By Gavin Gibbon
George Flooks said the current value offering in the sector is of 'low, low value'
Fitness First Middle East CEO George Flooks has launched a scathing attack about the value offered by the region’s low cost gyms, as the company prepares plans to launch into the budget market themselves.
Flooks revealed that the budget concept will be opened by Fitness First Middle East, which is wholly owned by Landmark Group, under a completely different brand.
He said: “We’ve looked at the budget sector for a number of years and it’s a sector that we’ve decided that we’re going to get into within the next three months.”
Flooks believes the company’s new offering will address what he believes is a shortfall between price and value.
While the base price is often appealing to potential gym-goers, he warned the necessary additional charges can push the price up to unrealistic levels.
He said: “If you look at the current offering that’s out there it’s low, low value, in terms of the facility and what’s on offer. People will say it’s a very low price, but it’s actually a very high price.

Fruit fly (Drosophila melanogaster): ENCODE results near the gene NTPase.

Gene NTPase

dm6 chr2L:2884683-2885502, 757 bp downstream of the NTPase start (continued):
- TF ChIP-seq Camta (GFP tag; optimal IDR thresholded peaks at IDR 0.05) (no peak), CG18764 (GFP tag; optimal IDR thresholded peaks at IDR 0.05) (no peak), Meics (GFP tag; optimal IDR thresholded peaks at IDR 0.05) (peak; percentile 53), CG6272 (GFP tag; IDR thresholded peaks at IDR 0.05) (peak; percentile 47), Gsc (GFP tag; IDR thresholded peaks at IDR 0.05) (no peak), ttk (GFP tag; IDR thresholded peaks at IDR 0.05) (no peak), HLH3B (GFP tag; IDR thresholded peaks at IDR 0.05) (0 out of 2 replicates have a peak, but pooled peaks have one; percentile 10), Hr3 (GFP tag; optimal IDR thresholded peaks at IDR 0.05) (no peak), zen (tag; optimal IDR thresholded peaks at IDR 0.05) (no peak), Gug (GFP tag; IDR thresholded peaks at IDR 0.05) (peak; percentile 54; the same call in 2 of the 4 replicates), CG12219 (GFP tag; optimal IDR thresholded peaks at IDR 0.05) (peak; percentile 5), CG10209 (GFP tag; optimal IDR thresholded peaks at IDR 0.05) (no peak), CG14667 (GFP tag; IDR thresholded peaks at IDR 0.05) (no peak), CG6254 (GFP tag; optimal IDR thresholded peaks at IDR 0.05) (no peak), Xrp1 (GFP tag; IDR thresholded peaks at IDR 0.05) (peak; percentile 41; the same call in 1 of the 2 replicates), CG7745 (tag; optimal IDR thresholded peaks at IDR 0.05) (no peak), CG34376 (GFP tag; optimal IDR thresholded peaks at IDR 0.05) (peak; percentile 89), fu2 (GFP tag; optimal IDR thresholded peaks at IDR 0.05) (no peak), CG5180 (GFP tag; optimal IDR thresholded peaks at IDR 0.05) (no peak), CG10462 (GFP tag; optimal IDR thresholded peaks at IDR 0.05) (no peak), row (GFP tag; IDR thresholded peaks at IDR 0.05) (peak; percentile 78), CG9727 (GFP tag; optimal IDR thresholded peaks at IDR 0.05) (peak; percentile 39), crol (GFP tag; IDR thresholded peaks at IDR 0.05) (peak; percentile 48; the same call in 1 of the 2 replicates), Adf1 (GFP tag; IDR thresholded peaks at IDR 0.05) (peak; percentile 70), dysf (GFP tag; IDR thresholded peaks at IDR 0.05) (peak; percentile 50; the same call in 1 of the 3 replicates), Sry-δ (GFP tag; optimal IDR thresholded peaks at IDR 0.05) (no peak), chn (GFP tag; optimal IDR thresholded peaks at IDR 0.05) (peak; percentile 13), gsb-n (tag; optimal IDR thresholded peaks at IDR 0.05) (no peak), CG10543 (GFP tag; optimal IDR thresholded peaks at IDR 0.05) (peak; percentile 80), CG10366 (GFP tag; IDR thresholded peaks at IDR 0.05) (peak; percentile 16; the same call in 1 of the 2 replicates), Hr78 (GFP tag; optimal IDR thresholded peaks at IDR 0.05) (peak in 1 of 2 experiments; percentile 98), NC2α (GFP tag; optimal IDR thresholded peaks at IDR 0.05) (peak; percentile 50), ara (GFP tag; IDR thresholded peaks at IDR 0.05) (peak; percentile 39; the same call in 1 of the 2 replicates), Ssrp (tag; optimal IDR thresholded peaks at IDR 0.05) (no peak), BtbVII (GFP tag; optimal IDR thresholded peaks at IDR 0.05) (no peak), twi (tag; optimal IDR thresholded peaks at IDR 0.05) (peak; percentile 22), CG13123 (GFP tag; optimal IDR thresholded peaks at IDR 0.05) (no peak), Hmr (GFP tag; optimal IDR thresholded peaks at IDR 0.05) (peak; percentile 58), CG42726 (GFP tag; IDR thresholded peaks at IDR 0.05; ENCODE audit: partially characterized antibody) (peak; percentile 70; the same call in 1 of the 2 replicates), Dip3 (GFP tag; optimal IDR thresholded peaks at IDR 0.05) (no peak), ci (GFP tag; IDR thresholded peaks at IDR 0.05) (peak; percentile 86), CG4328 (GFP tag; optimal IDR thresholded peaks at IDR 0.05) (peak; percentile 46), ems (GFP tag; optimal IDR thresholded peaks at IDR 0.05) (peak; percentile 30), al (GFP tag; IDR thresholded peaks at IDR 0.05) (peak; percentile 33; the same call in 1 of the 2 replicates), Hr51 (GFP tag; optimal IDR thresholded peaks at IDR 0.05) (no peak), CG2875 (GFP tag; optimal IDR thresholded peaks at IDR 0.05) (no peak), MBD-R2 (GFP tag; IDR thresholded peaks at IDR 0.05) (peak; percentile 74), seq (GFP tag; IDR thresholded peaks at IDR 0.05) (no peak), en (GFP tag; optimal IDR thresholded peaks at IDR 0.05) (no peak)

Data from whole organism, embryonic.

“When I say it’s low value, it’s because a lot of the services you still have to pay for. You think you’re entering at a low price, you’re entering at AED199 a month for a 12-month contract that’s rolling, or you’re entering at AED299, which is just a monthly rolling contract. But it doesn’t come with WiFi, it’s a low value – Starbucks has WiFi, Costa has WiFi.
“When you look at those type of offerings, it’s very low in terms of value. Everyone today is on a treadmill with their own YouTube video or playlist plugged in. If you don’t have WiFi, you’re going to pay for it.
“Then you pay for everything else. For example, some of the group exercises you pay for. If you go for a HIIT (high-intensity interval training) class or you go for a jump class, you’re paying AED50 for that class. If you’re paying AED299 for the flexi of no contract, and you’re doing one class a week, that’s an extra AED200, you’re paying AED499 and that’s more expensive than Fitness First, at a very low value.
“The current model, once you look into it, people just see the headline price, but they really don’t understand what’s going on between the lines.”
Flooks also dismissed suggestions that the budget brand could cannabalise what they have already, with Fitness First Middle East very much an upper mid-market brand.
“We’ll match the price point, we’ll just give you significantly higher value in that market,” he said.
“Statistics will show that people spend about ten percent of their disposable income on health clubs/gym memberships. If you look at our current offering in the upper mid-market, it’s a different target audience.
“In Burjuman we’ve had a budget offering open literally 100m from our club. We’ve had our best month ever in Burjuman; month-on-month, year-on-year, we’re up something like 56 percent in membership.”